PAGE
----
Apple now holds $97.6 billion in cash, enough to purchase Sony five times over -- and seems set to use some of it for strategic acquisitions. Does this reflect a new phase of consolidation as M&A activity intensifies? Or is the company bucking a highly conservative trend?
Apple CFO Peter Oppenheimer is talking M&A, saying: "We have always discussed internally our cash. We recognize our cash is growing for all the right reasons, and I would characterize our discussions today as 'active' with what makes the most sense with the cash balance. When we have something to announce we will announce. Again, we are actively discussing the best usage of our cash balance." He echoes his CEO, Tim Cook, who also is telling analysts about how they're "actively discussing," but who likewise says nothing of any deals under consideration.
This isn't really a place to speculate about what Apple might plan to buy. But it isn't so hard to come to the conclusion that some of the company's potential takeover targets might already be operating within the company's supply chain.
Interesting then that the notoriously secretive company last weeklisted over 150 suppliers on its supplier responsibility page (PDF). This reads like a who's-who of tech. Some of these suppliers are critical to the entire smartphone industry. That's something that could make acquisitions from those already within the chain difficult to achieve, given that they would need to be cleared by relevant competition authorities.
This leaves the company focused on innovative new technologies it can use to make its products even more unique. One recent example of this would be Apple's recent acquisition of Israeli flash memory experts, Anobit. That purchase confirms the company is also interested in acquiring key knowledge and expertise.
That Apple is in position to make strategic purchases is good for the company, and also reflects the kind of conundrum other firms with deep pockets must also face.
Executives with a cash balance will inevitably be asking themselves if there are any deals out there that make sense, particularly in a depressed economic environment. After all, when the chips are down the deals get cheaper.
Take a look around and there's signs some firms are suffering, particularly in the traditional PC markets. Citing lower-than-anticipated sales, one of Apple's memory suppliers -- Elpida Memory -- is currently seeking a $1.2 billion lifeline from the Japanese government.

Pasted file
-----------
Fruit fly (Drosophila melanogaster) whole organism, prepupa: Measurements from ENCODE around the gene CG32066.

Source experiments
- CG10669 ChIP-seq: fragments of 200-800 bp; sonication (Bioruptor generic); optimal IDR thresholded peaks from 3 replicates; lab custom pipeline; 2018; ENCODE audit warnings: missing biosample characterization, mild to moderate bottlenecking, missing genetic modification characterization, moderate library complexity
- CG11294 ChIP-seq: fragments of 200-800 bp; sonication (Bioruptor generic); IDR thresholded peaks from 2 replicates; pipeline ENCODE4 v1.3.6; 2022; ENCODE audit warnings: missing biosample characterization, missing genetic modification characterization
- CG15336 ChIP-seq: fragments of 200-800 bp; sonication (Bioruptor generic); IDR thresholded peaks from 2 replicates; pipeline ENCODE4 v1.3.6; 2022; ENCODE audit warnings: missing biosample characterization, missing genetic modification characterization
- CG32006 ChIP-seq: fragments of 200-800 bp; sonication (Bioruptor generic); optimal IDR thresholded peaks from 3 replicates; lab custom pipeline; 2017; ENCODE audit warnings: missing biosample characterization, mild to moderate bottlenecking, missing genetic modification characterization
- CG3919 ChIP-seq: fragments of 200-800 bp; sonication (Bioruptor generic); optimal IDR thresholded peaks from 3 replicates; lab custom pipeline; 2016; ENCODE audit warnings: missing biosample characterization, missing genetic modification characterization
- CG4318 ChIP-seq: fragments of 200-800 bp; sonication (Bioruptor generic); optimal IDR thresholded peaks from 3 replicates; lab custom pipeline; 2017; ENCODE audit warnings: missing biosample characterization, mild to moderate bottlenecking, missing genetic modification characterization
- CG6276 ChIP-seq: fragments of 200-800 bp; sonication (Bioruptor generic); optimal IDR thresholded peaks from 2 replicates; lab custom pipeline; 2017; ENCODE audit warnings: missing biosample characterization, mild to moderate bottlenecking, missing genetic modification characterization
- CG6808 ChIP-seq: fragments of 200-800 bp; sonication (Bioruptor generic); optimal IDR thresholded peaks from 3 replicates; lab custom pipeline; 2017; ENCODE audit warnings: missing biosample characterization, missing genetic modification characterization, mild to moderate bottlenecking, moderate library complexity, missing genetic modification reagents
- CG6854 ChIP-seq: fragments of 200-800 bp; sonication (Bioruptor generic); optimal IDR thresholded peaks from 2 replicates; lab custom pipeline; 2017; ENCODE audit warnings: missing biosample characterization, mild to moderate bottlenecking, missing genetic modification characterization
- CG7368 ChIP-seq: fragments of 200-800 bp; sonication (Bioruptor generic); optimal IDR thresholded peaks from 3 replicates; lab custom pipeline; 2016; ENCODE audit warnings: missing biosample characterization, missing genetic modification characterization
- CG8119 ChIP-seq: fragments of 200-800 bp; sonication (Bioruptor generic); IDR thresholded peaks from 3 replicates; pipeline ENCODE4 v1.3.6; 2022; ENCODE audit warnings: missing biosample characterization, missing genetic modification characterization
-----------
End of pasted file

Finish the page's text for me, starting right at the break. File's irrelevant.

A recent Pricewaterhouse study took a look at some of the sensible benchmarks that should govern any future M&A activity.
The study tells us many deals just don't go through, and warned that using the current situation to enter new markets may not turn out for some. It does seem a good time to have the cash to begin such deals, with 40 percent of firms surveyed saying global economic woes have delayed planned M&A activity.
Consolidation and Industry Change
Given the economic situation, firms seeking growth may consider M&A activities. Nitin Kumar, who serves as Strategic Advisor to the Board for Association of Due Diligence Professionals, told IB Times that three drivers will govern such activities.
- Because things are sluggish, many companies are available at relatively low cost.
- Private equity funds are sitting on mountains of cash, though due diligence has become a lot stricter than before.
- Currency volatility is also creating unexpected bargains, bringing hitherto unachievable deals within reach.
Kumar's commentary seems to suggest that while 2012 won't be the busiest year for M&A, it could see some key deals. This tends to favor an expectation of some landscape-changing deals as well-heeled firms pounce on less stable but strategically important targets.
With activity focused on the mobile space, I'm predicting interesting times for RIM, and anticipate potential mergers between some of the Asian firms (LG et al), and a race to grab players in the heating-up component manufacture, cloud and connectivity markets. Of course, the question everyone will be asking for the next few weeks must be: "Who is Apple eyeing up?"